Luckily, it didn’t take us too long to decide that that was a FAIL approach, and we decided to instead embrace the niche-ness and pitch the game directly to the wargaming community.

TSC: Trying to write a wargame is real challenge. Trying to write a wargame that’s also a video game must be doubly so. What were some of your considerations through early development?

JOSH ANDERSON: When we decided to make a representation of the tabletop, we realised that there were some key things we absolutely must have: army lists, deployment, customisation and flexible multi-player. As a theorycrafter, I love building lists. As an armchair general, Mark really loves getting an edge during deployment… and Glenn, well he’s an artist, so he has to have the prettiest models on the table.

And the icing on the cake is our multiplayer – start a game on your home PC, choose your list and deploy your forces. Head to the park with your kids and while they are playing, whip out your iPad and take your first couple of turns.

The next day, at work, log in via your browser and squeeze a couple more turns in over lunch, finishing the game off on your Macbook at home. How cool is that?!

TSC: Tell us about your wargaming backgrounds and from where your draw your inspirations from.

GLENN OSMOND-MCLEOD: I have been modelling and painting figs since I was about 14. I remember my first fig came out pink after I tried to add highlights to the red amour. Painting and terrain has always been a massive passion for me. Shortly after painting my first few models I turned my hand to creating tables and terrain and have made more terrain pieces than I can possibly remember. I have always preferred engaging with the spectacle of wargaming. I get the most satisfaction sitting back looking at a huge table of wargaming terrain and two armies deployed opposing each other ready to have it out.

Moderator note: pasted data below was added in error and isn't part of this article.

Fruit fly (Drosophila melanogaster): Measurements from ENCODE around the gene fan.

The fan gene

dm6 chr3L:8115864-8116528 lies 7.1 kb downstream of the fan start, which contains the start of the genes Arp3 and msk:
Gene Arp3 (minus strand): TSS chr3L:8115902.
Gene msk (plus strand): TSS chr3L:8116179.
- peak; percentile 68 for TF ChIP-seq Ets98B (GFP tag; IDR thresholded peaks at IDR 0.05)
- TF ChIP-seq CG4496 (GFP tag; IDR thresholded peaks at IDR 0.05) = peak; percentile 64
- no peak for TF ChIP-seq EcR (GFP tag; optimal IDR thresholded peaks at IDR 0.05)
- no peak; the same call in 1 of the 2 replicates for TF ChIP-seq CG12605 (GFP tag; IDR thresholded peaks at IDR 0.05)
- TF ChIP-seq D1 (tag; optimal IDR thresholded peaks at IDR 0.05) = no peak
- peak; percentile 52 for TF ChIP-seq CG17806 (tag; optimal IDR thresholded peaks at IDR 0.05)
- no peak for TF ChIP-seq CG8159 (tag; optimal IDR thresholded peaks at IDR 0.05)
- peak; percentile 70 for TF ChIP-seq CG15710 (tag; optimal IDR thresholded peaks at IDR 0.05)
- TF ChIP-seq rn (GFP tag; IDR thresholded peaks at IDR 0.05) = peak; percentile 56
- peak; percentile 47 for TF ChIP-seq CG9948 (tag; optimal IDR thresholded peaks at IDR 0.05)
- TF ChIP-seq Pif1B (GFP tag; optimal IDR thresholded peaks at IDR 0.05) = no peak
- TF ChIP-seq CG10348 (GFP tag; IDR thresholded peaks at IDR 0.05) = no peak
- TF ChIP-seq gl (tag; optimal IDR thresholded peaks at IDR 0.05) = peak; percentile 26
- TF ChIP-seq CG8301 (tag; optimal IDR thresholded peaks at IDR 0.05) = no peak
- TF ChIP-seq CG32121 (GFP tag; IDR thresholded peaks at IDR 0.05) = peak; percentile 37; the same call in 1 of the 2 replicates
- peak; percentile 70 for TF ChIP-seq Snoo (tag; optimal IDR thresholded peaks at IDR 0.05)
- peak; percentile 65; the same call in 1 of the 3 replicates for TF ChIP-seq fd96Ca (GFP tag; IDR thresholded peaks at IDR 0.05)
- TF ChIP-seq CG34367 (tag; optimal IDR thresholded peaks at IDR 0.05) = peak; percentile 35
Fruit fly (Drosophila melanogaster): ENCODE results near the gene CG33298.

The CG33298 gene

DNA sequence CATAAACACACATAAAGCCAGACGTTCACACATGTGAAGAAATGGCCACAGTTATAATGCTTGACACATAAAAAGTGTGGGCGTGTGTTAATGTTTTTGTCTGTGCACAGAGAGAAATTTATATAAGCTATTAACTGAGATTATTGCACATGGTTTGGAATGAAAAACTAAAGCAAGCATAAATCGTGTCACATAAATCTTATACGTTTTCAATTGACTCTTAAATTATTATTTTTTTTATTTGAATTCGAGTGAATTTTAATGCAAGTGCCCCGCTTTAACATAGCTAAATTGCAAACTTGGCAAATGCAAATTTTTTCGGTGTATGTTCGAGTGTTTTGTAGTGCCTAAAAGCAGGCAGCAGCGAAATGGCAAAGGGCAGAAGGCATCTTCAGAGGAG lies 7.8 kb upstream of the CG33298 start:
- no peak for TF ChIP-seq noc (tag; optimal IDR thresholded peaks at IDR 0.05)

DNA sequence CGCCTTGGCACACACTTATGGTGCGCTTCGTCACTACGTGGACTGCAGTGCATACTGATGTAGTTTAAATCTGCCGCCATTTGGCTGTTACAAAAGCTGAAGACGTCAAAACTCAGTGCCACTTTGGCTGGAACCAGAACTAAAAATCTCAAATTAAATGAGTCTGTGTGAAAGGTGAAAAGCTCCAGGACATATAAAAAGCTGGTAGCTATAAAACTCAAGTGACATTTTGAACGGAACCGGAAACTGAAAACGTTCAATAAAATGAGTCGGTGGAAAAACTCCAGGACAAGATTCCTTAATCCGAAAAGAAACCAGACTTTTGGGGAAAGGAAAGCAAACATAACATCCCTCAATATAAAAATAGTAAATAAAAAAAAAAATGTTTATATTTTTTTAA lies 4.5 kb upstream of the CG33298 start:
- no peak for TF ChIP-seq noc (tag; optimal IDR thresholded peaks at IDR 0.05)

JOSH: I have played 40k off and on since I was a kid, but I loved Necromunda and Mordheim. I played Warmachine competitively for a while but I’m really into Epic 40k, the Exodus Wars 6mm Ruleset (yet to be released) and Flames of War now.

I probably spend 80% of my time building and theorizing lists, 15% of my timing painting and modelling and 5% of my time actually playing. Exodus Wars: Fractured Empire will allow me to bring that play ratio up, WAY UP and that’s what excites me about it.

MARK: I’m the old man here. I started with the 1st Edition of Warhammer 40,000, Rogue Trader, I think, 1987. With ALIENS having been released pretty soon before that and having only recently read Heinlein’s Starship Troopers, the imagery of the Space Marines really gelled with me and drew me into the strange new world of miniature wargames.

Since then, I’ve played a lot of different games, and my tastes as a gamer matured, so these days I gravitate much more to 6mm wargames like Exodus Wars, of course, but also Blitzkrieg Commander and Epic.

I’ve always been more of a gamer than a hobbyist, though; I have great respect for the art works some guys can create with their minis, but I don’t have that talent…sadly.

TSC: For those that don’t know the Exodus Wars universe, can you fill us in on some of the details, and what made you choose it as a setting for the game?

GLENN: The Exodus Wars universe is amazing. When I first got into the background, I was astounded at the depth of the backstory. It’s not a black and white, good versus evil story that is war and destruction all the way; it’s more layered and intertwined. Humanity has split into two distinct factions and the tension between these factions is where our initial conflicts take place. Neither side is particularly evil, they just have significant differences of opinion on the future direction of humanity.

The Guild is a capitalist organisation formed by the people with the means and motivation to escape a society taxing itself into destruction. The Royal Empire of Man is made up of those who remained after the Exodus, presumably due to lacking means to escape their situation. This creates a contrast of the well equipped Guild with its well-trained and motivated troops—the best money can buy—while the Royal Empire of Man and its 12 remaining kingdoms vary in motivation and also struggle for power within the Empire.

Then there are the alien races—but bringing them into the fold at this stage is dependant on the success of the campaign. I can’t wait to bring the Khazari to life on the battlefield. Those guys are fast and crazy, but that’s probably for a later update at this stage.

TSC: The trailers for Exodus Wars: Fractured Empire look impressive but essentially a virtual tabletop wargame. What will you bring to the table to take advantage of the medium as players won’t be restricted by their purse string or their ability make terrain?